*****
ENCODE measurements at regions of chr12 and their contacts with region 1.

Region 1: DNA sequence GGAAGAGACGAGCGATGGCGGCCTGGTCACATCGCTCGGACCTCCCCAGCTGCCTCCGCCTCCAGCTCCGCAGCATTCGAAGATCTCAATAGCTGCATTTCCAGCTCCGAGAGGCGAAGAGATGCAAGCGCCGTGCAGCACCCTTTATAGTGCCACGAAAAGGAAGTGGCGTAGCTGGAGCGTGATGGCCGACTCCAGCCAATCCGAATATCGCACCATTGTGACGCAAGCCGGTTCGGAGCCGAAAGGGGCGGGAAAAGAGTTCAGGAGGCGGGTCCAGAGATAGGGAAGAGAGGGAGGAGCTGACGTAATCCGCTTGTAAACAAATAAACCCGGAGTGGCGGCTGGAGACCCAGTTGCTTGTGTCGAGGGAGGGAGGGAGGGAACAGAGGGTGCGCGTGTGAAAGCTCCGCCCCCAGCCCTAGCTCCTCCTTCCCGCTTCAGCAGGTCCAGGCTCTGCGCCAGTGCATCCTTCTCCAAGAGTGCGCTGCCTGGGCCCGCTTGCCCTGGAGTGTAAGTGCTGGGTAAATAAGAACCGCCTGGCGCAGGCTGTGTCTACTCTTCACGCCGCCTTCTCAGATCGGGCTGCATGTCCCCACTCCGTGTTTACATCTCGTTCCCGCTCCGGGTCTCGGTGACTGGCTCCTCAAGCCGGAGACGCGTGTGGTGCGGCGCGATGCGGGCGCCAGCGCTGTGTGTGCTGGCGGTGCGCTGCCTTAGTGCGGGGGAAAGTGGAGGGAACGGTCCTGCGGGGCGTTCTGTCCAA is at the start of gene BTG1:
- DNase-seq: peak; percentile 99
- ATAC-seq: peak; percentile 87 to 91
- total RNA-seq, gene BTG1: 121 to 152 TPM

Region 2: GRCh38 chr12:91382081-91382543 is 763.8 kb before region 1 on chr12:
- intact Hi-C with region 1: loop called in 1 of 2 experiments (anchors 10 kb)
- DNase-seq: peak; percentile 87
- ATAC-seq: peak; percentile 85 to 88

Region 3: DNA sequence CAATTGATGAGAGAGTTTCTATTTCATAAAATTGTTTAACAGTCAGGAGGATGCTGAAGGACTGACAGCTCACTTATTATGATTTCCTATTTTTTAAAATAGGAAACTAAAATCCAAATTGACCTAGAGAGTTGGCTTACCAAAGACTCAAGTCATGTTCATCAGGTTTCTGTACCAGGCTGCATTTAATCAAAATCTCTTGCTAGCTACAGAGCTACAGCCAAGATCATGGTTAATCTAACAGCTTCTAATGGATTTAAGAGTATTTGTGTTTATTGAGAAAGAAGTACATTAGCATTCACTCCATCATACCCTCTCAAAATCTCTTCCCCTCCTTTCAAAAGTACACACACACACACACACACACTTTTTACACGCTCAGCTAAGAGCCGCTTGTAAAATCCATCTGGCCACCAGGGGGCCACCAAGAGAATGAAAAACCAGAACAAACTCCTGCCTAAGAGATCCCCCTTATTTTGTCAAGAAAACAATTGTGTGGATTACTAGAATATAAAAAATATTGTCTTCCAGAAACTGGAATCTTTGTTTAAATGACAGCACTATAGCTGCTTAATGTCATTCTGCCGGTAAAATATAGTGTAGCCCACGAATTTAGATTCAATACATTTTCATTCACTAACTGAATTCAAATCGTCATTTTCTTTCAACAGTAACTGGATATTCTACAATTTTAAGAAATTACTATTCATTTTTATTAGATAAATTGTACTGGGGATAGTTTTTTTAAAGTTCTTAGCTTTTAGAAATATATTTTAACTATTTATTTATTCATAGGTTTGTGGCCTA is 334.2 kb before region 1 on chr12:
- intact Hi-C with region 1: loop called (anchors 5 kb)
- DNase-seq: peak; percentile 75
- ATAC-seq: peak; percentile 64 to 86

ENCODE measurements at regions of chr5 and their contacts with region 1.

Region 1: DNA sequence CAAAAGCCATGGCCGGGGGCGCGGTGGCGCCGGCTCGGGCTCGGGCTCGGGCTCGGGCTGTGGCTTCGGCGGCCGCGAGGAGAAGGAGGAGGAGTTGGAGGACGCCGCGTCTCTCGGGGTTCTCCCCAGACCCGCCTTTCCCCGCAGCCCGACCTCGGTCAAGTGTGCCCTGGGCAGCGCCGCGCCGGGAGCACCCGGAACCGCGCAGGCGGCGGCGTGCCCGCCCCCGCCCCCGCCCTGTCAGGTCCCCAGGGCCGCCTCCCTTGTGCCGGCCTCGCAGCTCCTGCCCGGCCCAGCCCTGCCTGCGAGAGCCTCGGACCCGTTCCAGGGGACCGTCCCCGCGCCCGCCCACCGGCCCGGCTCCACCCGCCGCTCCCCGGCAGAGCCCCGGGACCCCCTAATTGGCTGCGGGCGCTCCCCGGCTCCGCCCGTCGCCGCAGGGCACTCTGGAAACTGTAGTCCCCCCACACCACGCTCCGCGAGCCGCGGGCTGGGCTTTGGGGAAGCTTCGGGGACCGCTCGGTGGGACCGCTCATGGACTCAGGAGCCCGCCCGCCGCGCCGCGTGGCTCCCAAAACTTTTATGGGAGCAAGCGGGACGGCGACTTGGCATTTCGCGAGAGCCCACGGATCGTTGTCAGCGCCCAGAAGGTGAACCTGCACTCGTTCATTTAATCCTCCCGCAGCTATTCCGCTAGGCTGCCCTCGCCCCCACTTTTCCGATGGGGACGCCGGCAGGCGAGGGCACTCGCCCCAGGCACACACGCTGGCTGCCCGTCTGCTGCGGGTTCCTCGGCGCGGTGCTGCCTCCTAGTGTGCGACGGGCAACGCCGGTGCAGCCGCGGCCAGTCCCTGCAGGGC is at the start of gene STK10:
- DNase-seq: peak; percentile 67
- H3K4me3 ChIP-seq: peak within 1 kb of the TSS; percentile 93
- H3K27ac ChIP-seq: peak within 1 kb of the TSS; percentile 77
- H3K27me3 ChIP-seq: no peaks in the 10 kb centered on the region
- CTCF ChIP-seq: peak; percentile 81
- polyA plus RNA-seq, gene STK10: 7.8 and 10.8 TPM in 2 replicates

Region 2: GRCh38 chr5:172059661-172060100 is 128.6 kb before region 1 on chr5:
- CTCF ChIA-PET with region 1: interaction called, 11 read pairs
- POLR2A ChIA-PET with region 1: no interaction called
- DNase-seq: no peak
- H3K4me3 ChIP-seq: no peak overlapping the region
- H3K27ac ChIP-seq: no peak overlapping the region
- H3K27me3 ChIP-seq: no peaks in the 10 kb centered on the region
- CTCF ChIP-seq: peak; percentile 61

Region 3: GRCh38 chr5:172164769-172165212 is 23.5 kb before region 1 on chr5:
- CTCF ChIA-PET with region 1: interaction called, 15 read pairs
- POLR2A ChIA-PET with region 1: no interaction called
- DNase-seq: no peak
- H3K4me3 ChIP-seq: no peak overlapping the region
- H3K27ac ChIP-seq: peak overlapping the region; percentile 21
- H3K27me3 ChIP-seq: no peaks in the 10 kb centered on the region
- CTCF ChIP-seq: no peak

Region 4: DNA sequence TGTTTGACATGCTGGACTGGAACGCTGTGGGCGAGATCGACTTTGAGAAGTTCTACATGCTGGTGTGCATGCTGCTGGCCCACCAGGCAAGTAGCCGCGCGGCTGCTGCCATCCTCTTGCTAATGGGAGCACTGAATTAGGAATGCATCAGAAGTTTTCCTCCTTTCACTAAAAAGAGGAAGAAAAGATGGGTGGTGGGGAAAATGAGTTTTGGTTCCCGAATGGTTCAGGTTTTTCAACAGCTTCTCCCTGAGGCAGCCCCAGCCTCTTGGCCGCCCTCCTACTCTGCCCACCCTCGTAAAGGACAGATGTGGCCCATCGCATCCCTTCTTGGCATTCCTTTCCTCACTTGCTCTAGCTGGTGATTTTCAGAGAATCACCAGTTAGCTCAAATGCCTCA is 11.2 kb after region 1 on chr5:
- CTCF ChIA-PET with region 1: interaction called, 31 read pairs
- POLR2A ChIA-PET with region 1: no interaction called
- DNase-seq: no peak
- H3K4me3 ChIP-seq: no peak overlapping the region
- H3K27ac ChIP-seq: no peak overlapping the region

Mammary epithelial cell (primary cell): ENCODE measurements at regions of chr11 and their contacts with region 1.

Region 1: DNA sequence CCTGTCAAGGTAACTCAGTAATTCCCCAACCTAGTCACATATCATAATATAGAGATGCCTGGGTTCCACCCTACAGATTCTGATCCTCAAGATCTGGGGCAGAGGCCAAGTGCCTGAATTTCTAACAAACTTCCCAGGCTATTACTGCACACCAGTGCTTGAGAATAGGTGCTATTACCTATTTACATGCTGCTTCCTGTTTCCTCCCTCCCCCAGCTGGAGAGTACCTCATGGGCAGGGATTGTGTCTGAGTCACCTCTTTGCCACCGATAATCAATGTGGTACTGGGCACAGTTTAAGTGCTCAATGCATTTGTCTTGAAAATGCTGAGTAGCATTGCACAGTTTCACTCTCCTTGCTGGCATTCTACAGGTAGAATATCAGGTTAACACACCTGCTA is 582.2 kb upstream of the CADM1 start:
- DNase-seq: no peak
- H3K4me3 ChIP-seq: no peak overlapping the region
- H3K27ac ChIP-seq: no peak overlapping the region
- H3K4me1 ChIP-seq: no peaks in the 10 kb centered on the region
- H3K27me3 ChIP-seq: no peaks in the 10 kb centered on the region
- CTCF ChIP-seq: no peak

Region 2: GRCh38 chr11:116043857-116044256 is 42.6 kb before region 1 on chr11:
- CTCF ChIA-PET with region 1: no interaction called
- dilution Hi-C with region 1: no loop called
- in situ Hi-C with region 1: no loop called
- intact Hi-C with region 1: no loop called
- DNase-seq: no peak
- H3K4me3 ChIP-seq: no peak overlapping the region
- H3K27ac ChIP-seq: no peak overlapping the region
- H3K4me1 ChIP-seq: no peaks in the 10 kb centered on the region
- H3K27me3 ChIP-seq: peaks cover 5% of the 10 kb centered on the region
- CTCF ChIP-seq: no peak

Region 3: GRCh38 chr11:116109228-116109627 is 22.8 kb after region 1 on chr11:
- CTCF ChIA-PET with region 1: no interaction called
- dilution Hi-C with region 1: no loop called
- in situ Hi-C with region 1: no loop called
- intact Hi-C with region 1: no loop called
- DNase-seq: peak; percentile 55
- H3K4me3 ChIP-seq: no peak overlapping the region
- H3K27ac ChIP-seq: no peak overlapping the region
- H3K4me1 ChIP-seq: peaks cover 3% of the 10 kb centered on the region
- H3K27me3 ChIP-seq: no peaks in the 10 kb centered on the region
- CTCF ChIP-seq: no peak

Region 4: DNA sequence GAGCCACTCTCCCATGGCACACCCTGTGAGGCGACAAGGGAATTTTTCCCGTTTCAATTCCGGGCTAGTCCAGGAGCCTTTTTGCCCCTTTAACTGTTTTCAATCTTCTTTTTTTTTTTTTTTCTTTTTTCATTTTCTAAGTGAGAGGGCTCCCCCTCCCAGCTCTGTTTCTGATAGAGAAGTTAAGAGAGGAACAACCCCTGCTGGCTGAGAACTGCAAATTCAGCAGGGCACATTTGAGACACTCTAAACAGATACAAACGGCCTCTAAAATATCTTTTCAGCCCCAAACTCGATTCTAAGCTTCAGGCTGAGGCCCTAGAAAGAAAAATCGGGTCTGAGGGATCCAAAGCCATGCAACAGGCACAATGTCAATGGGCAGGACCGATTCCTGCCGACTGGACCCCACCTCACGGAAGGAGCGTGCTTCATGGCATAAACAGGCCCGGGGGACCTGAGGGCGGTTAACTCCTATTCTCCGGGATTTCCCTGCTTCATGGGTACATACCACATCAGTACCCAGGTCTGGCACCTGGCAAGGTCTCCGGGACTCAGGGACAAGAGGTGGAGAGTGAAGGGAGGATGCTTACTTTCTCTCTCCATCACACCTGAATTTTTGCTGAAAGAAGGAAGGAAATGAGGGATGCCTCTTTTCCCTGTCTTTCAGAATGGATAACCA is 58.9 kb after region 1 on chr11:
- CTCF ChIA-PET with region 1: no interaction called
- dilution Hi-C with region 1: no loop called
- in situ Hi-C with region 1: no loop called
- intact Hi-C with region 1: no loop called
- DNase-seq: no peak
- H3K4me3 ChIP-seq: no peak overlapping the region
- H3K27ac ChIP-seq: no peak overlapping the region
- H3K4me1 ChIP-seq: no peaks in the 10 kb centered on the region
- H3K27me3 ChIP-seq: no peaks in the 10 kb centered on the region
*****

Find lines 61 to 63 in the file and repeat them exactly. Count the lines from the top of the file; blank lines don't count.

- H3K27me3 ChIP-seq: peaks cover 5% of the 10 kb centered on the region
- CTCF ChIP-seq: no peak

Region 3: GRCh38 chr11:116109228-116109627 is 22.8 kb after region 1 on chr11: